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Here Come the ‘ZEOs’: Inside Edelman PR’s New Gen-Z Project with Harris Reed

The world’s biggest PR firm and consultancy tapped the gender-fluid designer to help lead its “Gen Z Lab,” part-consultancy, part-data hub, to better understand the next generation of consumers.
harris reed speaking bof voices conference
Harris Reed will serve as "ZEO" to the Edelman Gen Z Lab. (Getty Images)

Key insights

  • Edelman has created its “Gen Z Lab,” with an internal and external team of advisors including designer Harris Reed to help steer client relationships with Gen Z.
  • The lab will collate quantitative, qualitative and visual data to help correct misconceptions about Gen Z, including how it feels about TikTok and how to work with influencers, among other things.
  • Harris Reed will lend his perspective to companies beyond the fashion industry, advocating for gender fluidity, LGBTQI equality and more broadly, ESG practices.

For all the attention and money fashion spends to appeal to Gen-Z — creating TikTok challenges, “sustainably-produced” collections and hopefully viral campaigns — executives are often still unsure of how to communicate with the next generation of consumers.

Edelman, the world’s largest PR firm by revenue, is launching a new team and service to help brands figure it out. Called the “Gen Z Lab,” it will include a roster of 100 Gen-Z Edelman employees as well as external “on-call advisors” plus a data hub all meant to produce Gen Z-related insights.

At the helm of the project will be 26-year-old designer Harris Reed, who Edelman named the lab’s “ZEO,” a play on the traditional CEO role where he’ll guide the direction of the Gen Z Lab as a consultant. Amanda Edelman, the 27-year-old daughter of Edelman CEO Richard Edelman, will be the Gen Z Lab’s COO and associate director. Edelman’s non-Gen-Z global chief brand officer, Jackie Cooper, will also lead the project.

Cooper said the idea to create a Gen-Z-specific insights team came after Edelman’s corporate clients and other marketing executives repeatedly asked questions about reaching Gen-Z consumers, ranging from how to leverage TikTok to how to shape influencer strategy.

“The common thread was a real apprehension about how to do Gen-Z right and therefore paralysis [around] … anything with Gen-Z,” Cooper said.

The team envisions that the Gen Z Lab will essentially offer Edelman clients a Gen-Z-centric focus group, as well as data informed by Edelman’s own Gen-Z employees. Functionally, the lab will advise on how to reach Gen-Z through their marketing campaigns and activations, as well as explain Gen-Z’s expectations around how companies should operate.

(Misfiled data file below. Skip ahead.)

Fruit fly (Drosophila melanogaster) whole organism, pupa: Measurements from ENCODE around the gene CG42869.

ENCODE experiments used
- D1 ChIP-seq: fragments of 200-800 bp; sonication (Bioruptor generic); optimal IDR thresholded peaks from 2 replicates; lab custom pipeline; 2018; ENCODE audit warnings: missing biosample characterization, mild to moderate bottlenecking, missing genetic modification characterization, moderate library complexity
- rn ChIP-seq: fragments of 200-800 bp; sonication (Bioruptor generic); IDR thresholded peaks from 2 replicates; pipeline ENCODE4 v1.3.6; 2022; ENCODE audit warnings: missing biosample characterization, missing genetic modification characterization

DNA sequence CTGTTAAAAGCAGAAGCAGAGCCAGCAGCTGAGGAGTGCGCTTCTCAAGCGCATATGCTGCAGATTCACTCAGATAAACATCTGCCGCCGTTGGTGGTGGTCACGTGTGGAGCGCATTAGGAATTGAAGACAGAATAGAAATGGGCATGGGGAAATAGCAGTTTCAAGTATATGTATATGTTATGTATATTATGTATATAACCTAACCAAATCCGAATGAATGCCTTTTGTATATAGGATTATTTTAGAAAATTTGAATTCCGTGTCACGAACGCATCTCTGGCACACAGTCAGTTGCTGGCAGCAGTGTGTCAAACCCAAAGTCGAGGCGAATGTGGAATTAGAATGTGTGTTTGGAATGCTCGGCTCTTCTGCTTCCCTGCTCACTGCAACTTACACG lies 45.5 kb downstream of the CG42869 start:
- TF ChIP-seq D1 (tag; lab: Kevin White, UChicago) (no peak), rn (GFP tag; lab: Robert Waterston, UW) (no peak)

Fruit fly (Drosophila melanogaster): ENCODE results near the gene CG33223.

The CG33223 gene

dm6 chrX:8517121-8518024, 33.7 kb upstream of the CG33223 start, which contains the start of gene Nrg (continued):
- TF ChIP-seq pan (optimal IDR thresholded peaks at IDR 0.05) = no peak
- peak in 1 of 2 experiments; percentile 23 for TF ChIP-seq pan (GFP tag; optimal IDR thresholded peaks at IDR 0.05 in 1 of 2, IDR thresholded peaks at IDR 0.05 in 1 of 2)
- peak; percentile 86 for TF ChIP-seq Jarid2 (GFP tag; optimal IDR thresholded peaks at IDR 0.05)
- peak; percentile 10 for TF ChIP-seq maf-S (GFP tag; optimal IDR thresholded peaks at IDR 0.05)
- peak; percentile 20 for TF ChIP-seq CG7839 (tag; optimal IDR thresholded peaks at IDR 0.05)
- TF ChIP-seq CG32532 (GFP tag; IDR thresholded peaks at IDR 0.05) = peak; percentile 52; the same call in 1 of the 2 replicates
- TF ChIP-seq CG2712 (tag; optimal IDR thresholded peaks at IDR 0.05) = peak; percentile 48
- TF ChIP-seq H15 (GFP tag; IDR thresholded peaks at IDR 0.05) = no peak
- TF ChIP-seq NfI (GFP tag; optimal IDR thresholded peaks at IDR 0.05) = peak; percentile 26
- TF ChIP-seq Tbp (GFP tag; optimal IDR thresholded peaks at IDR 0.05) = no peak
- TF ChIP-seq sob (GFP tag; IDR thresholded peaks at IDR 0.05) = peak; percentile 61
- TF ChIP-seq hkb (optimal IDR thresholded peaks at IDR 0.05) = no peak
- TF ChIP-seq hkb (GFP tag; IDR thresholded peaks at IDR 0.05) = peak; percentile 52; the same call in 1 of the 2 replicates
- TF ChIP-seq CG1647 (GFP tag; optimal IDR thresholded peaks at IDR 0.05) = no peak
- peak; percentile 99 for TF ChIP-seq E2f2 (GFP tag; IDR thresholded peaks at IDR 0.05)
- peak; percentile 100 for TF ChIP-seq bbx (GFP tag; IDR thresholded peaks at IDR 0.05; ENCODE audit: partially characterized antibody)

“This next generation is coming into themselves both with purchasing power as consumers, but also more broadly in positions of influence and power,” Amanda Edelman said. “Gen-Z is … able to have a voice both within our internal company of course, but also more broadly, bringing their values to clients and … the world.”

Trying to convince Gen-Z consumers that brands understand them has been a corporate aim for a few years now. Often, the big-name firms that guide them stumble, while smaller marketing firms and consultants, staffed and sometimes even owned by Gen-Z, are more adept in the space. The test for Edelman will be whether those on-call Gen-Z advisors, both within the firm and outside of it, will have real buy-in from the firm at large and its clients.

Building the Gen Z Lab

It’s not only Edelman that’s putting the resources behind understanding Gen-Z. On June 6, Berns Communication Group announced its own Gen-Z think tank, called The Z Suite, which includes students at universities across the US. The idea is that the students will work as “reverse mentors” with retail and brand executives and contribute to “perception studies to gain insights into Gen-Z’s shopping habits, values and priorities,” according to a statement.

Reed’s appointment acts as something of a differentiator for Edelman. The designer, who graduated from Central Saint Martins in 2020, began attracting press attention while still in school after his gender-fluid wares were seen on musicians like Harry Styles and in Vogue. Since graduating, he’s dressed Iman Abdulmajid for the Met Gala, collaborated with Dolce & Gabbana, Etro and jewellery brand Missoma and positioned himself as an LGBTQI advocate.